Authorites Continue Investigation Into DNA Scientist Who May Have Faked Evidence For Nearly Three Decades

by State Brief



In the midst of an unfolding criminal investigation in Colorado, authorities are scrutinizing the actions of Yvonne “Missy” Woods, a once-celebrated forensic scientist, amid allegations that she may have fabricated DNA evidence, potentially leading to wrongful convictions of countless individuals over the span of nearly three decades.

Prosecutors are now seeking to determine whether Woods, Colorado’s star forensic scientist, was careless or if she was intentionally cutting corners to put people behind bars, according to The Wall Street Journal (WSJ), which just published new statements from individuals connected to the investigation.

“This is a huge, unprecedented mess,” said George Brauchler, a former district attorney in the Denver suburbs whose office oversaw numerous cases in which Woods testified. “I want to know, what in the world did she do?”

The investigation has plunged the Colorado Bureau of Investigation (CBI) into a painstaking review of approximately 3,000 DNA samples associated with thousands of criminal cases, following the discovery of irregularities in Woods’ work.

This extensive retesting effort, estimated to cost around $7.5 million, underscores the gravity of the accusations and the potential impact on the integrity of the state’s criminal justice system.

“The CBI is conducting a comprehensive review of the scientist’s full body of work to determine the impact — if any — on court findings on the DNA testing performed by the employee,” the department wrote in its funding request. “The Department takes this issue extremely seriously and is taking immediate action to address the allegations.”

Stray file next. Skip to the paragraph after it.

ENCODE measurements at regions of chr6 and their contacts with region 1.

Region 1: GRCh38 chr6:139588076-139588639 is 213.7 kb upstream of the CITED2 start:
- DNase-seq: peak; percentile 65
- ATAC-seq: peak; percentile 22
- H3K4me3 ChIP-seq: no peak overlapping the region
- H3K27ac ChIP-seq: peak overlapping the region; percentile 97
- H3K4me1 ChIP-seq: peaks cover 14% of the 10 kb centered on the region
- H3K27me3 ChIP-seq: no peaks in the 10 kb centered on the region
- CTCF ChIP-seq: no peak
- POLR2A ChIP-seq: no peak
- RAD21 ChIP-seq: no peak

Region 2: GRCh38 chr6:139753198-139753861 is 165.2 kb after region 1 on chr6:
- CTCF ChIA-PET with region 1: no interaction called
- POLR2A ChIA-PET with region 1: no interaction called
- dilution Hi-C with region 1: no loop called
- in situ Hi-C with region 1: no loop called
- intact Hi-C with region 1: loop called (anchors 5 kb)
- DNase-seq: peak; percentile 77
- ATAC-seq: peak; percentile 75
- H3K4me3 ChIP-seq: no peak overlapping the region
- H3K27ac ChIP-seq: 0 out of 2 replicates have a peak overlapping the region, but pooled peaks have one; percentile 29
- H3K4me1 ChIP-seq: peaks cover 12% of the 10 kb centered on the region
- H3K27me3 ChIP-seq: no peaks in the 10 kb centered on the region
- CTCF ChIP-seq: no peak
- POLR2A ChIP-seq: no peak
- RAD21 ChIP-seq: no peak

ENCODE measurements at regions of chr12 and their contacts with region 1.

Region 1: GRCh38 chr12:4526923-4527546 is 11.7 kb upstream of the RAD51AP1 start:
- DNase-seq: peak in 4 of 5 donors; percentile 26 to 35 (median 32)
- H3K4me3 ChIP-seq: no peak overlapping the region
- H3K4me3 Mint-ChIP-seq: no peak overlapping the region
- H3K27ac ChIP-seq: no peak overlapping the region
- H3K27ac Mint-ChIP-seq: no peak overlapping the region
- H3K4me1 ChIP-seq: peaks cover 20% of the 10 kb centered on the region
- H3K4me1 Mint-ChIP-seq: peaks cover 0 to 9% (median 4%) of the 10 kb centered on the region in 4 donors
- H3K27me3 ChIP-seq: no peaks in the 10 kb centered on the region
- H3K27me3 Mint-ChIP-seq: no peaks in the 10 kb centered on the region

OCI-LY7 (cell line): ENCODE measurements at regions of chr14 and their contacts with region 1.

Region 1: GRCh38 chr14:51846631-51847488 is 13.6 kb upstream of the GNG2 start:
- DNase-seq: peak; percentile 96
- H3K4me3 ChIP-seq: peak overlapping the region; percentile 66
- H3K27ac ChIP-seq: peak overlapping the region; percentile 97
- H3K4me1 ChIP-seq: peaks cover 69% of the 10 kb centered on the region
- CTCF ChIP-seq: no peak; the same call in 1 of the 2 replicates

Woods’ expertise played a pivotal role in several of Colorado’s most notorious criminal cases, including the 2004 rape case of NBA legend Kobe Bryant, the 1994 murder of Rhonda Maloney, the prosecution of Aaron Thompson in the murder of his daughter, and the murder of Susannah Chase, who was beaten with a baseball bat, dragged to a car, raped, then dumped in an alley.

Last November, when the CBI said it had discovered anomalies in Woods’ work, she abruptly resigned on the same day.

In a Dec. 5 email reviewed by WSJ, lab director Shawn West wrote, “CBI Forensic Services continues to review all cases worked by Ms. Woods during her 29-year career. The CBI is utilizing all available resources to expedite this process.”

Woods has testified in court as an expert witness at least 500 times. She testified as a forensic DNA expert in at least 370 of those cases.

Ryan Brackley, an attorney for Woods, told WSJ she is cooperating with the investigation.

“She continues to stand by the reliability and integrity of her work on matters that were filed in court, and particularly in cases in which she testified in court under oath,” he said.

Investigators have released few details and have not yet said what led to the review that uncovered the anomalies in Woods’ work, WSJ reported. They also have not said when the investigation will be completed and whether criminal charges will be filed.



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